In what is Wayne Bennett’s last game coaching the Rabbits, in his record 10th Grand Final as a First Grade coach, with his fourth different club (Canberra, Brisbane, St George-Illawarra), going at record premiership number 8, shattering a barrier that has stood for 113 years would just about be the record to end all rugbaleeg coaching records.
And did I bother mentioning this might be the last time we see Benji Marshall in the NRL at any point up until now?
I don’t think I did, so here’s the flick pass to Pat Richards in the 2005 Grand Final.
Who’d have thought we’d see Benji back in an NRL Grand Final….
Certainly not the Tigers.
So who will be the lucky last Random NRL Pick for 2021?
I’ve really got to pull my finger out on this one, because it’s the last cultural choice of the year, so I’ll go with something I don’t think I’ve used all year.
Souths, who were apparently rooted without Latrell at No.1, changed the course of history when they upset the Panthers just 3 weeks ago in Townsville, keeping them to just 10 points in a Wayne Bennett coached finals performance not seen since his Dragons years, they come into this absolutely fresh after a week off and a comfy Prelim Final win against Manly, and Wayne will definitely gain solace in the fact that he’s scrambled Ivan’s brain once already, and he’d be more than happy to do it again with another nice old pre-game media snipe.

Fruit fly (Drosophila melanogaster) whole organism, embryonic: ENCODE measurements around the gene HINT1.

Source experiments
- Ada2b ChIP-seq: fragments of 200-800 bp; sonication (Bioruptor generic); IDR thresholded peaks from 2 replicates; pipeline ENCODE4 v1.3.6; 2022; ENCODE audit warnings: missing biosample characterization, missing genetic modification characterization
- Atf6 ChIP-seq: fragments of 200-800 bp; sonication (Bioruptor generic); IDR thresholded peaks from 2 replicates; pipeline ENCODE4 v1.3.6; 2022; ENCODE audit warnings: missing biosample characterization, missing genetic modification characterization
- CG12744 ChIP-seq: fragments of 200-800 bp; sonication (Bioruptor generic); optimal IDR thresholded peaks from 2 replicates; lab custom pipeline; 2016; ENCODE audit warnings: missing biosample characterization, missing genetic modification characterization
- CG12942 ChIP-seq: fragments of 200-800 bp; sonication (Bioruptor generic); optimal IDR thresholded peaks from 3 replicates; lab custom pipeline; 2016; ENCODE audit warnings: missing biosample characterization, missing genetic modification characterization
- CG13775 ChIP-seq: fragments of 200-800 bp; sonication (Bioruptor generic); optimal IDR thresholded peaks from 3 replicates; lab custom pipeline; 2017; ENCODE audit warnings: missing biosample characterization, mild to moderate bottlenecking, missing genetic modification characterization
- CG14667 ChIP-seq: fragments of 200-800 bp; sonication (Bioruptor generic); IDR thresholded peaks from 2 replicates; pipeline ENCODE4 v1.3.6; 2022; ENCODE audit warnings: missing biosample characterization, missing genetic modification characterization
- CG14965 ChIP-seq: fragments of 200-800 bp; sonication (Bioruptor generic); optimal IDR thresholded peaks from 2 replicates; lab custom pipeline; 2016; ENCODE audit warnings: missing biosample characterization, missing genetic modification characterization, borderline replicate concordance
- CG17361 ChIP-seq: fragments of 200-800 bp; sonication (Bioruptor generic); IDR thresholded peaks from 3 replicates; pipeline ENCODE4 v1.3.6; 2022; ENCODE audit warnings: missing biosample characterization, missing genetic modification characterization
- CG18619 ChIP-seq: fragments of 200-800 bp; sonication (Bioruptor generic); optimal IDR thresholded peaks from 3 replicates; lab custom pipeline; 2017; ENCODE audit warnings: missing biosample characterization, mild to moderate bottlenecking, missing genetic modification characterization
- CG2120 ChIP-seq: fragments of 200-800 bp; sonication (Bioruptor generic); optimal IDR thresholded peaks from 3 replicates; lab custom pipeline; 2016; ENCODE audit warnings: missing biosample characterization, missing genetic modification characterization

Without a doubt, the biggest issue for the Rabbitohs is Adam Reynolds’ troublesome hamstring, because if it keeps him off the field, then the Bunnies are up the shitshoot because I can’t see them winning without his magnificent kicking game, and in a game that could easily be decided by under a converted try, having an Adam Reynolds with a right boot worth a guaranteed 6 points is huge.
Meantime, the Panthers will go to Suncorp on Sunday knowing they’ve overcome the greatest hurdle any team can face to winning an NRL premiership in the last 15 years, and that’s the Melbourne Storm, and they did off the back of another resolute defensive finals performance, forcing 16 errors and giving up just 6 points, which means they’ve conceded just 4 tries in 3 finals, and as the old saying goes, defence wins premierships, something the recent Roosters and Storm premiership teams will happily confirm.
If you ask me, you know it was a bloody great win for Penrith when at least 3 opposition players are ALLEGEDLY snorting some kind of illegal substance on tape a few days later, just to try and forget the game.
However, it does remain to be seen if last Saturday was Penrith’s Grand Final, because anyone who witnessed the game with their own two eyes would tell you that it was utterly brutal, and the Panthers have more than a few sore boys fronting up again.
And of course, there’s referee Gerard Sutton, who still appears to be as confused about the 2021 rule book as we all are.
So you know what, I’ll pick the RABBITOHS to defy the 50 point curse and bring up 22 in ’21, and you know where they’ll be if they win?
WAYNE’S WORLD, WAYNE’S WORLD, PARTY TIME, EXCELLENT!